The Many Levels of Anger

by | Apr 5, 2021 | Anger, Sermon On The Mount, The Law | 1,302 comments

Many people think in terms of “right and wrong” or “black and white.” For them, there is no progression or shades of “right and wrong” or “black and white.” Do you know someone like this? They are rigid and limited in their thinking. No matter how much you try to get them to see the bigger picture, they cannot or will not grasp the whole truth. What they are thinking is not wrong, it is just not the entire truth. It is frustrating and can be dangerous. 

The religious leaders of Jesus’s day judged through this limited lens. They taught the letter of the law – the truth. But they had no spiritual wisdom to help the people understand the progressions or levels of the laws they taught.

In the Sermon on the Mount, Jesus brought clarity of and depth to the laws taught by the religious leaders of his day. One topic of these laws concerned murder, but Jesus exposed the root cause of the action. Notice the progression from letter of the law to conditions of the heart.

Religious Leaders’ Two Step Teaching on Murder

“You have heard that it was said to the people long ago, ‘You shall not murder and anyone who murders will be subject to judgment” (Matthew 5:21). This is what the religious leaders taught. Please understand that they were not wrong, just limited in the levels of the law on murder. You broke this law and here is the punishment.

The law = “You shall not murder” (Exodus 20:13, Deut. 5:17).  

The judgment and why = “Whoever sheds human blood, by humans shall their blood be shed; for in the image of God has God made mankind” (Genesis 9:6, Exodus 21:12-15).

Jesus’s Multi-level Teaching on Murder

Notice that the topic of the law is the act of murder. But Jesus said, “I know what you have been taught about murder but let me take you to the root of this act, to what happens long before the act of murder happens.

Level One (Three Parts)

“But I tell you that anyone who is angry with a brother or sister will be subject to judgment. Again, anyone who says to a brother or sister, ‘Raca, is answerable to the court. And anyone who says, ‘You fool!’ will be in danger of the fire of hell” (Matthew 5:22).

  • Anger can lead to verbal accusations, slander, and finally physical abuse. Harbored unresolved anger is a motive for murder and will be subject to judgement.
  • “Raca” is an Aramaic word meaning vain, empty-headed, worthless, dummy, nobody, or moron. This constant judgement to someone’s moral or spiritual character can lead to being sued in the courts.
  • “You fool” is “a destructive attack on one’s character and identity” (ESV Study Bible). Jesus said this practice will lead to the perpetrator being “in danger of the fire of hell.”

Level Two (Two Parts)

  1. “Therefore, if you are offering your gift at the altar and there remember that your brother or sister has something against you, leave your gift there in front of the altar.” (Matt. 5:23). Then Jesus gives steps to follow to stop the progression toward murder and to veer toward reconciliation:
  2. “First go and be reconciled to them; then come and offer your gift” (verse 24).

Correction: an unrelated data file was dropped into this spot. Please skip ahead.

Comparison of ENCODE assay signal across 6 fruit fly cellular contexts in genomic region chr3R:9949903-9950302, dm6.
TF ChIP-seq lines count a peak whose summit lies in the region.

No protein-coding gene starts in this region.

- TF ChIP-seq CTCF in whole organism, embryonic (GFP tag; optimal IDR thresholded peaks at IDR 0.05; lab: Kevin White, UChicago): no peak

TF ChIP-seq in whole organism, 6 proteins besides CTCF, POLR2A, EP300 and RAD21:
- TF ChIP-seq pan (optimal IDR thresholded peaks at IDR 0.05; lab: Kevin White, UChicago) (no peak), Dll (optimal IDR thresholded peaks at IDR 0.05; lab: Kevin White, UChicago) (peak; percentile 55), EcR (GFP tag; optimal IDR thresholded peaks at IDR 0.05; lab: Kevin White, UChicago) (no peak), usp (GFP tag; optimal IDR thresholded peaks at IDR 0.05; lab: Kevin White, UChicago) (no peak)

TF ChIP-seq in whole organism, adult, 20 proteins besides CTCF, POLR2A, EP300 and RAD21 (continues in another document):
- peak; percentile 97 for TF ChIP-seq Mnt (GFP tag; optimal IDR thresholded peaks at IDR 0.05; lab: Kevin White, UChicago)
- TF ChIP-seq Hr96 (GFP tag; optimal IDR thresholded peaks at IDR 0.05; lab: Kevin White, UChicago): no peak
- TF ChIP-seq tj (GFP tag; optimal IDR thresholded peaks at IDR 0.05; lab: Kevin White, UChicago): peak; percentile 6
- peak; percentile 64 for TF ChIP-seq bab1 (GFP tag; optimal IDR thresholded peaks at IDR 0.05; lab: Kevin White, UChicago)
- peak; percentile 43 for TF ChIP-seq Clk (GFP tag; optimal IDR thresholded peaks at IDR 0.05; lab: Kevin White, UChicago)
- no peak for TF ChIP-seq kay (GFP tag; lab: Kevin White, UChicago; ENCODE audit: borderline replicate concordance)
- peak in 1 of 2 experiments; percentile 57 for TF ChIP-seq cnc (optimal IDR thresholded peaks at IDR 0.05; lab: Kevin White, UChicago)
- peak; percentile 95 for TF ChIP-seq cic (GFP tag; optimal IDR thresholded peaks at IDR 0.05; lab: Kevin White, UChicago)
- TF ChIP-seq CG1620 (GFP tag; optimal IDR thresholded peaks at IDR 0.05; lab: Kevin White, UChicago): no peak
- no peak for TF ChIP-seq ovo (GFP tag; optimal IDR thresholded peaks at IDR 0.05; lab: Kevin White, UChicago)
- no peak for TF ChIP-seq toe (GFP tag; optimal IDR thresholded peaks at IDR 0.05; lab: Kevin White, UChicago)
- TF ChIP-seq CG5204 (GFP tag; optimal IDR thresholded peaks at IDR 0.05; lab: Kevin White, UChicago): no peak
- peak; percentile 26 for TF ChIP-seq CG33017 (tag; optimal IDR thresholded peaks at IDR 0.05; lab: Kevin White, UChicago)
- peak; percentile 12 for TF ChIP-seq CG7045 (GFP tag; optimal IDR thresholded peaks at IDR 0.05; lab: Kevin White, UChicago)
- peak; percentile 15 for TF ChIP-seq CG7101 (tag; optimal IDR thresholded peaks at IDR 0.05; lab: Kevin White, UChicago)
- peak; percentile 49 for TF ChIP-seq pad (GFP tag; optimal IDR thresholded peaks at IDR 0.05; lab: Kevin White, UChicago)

“Settle matters quickly with your adversary who is taking you to court. Do it while you are still together on the way, or your adversary may hand you over to the judge, and the judge may hand you over to the officer, and you may be thrown into prison. Truly I tell you, you will not get out until you have paid the last penny” (verse 25-26).

Jesus’s teaching is meant to be lived, not just studied, or just theorized. Allow me to share with you Gregory Brown’s life application outline of Matthew 5:21-26:

“How can we maintain peaceful relationships with others?

  1. To Maintain Peaceful Relationships, We Must Guard Our Hearts from Evil Thoughts – Including Anger.
  2. To Maintain Peaceful Relationships, We Must Guard Our Tongues from Evil Speech – Including Slander.
  3. To Maintain Peaceful Relationships, We Must Recognize that Discord Hinders Our Relationship with God.
  4. To Maintain Peaceful Relationships, We Must Seek to Resolve Conflicts Quickly.” 

Please note that Jesus is making it plain that not only is it a sin to murder, but all the actions leading up to the act of murder have detrimental consequences. God will not receive your gift at the altar if you are responsible for conflict with your brothers or sisters. Your offended brothers and sisters will bring you to court or seek other recompense. It is imperative that we Christians guard our hearts, watch our tongues, and quickly resolve conflicts in order not to sin against man and God, and to abort the very possibility of murder.  

What are your thoughts about Jesus’s teaching on murder compared to the other religious leaders of his time? When studying Scripture do you only see “right and wrong” or “black and white?” Or do you dig deep to find the many levels of truth about a topic? Join the conversation.

Dr. Dorothy J. Haire

Dr. Dorothy J. Haire

Author & Blogger

Both church planter and pastor of Bread of Life Christian Church for the last 18 years, Dr. Haire is a beloved mother and successful author. Empowered to deliver the word of God to His people, Dr. Haire uses her digital platform to educate and develop Christian communities that are rooted in the word of Christ.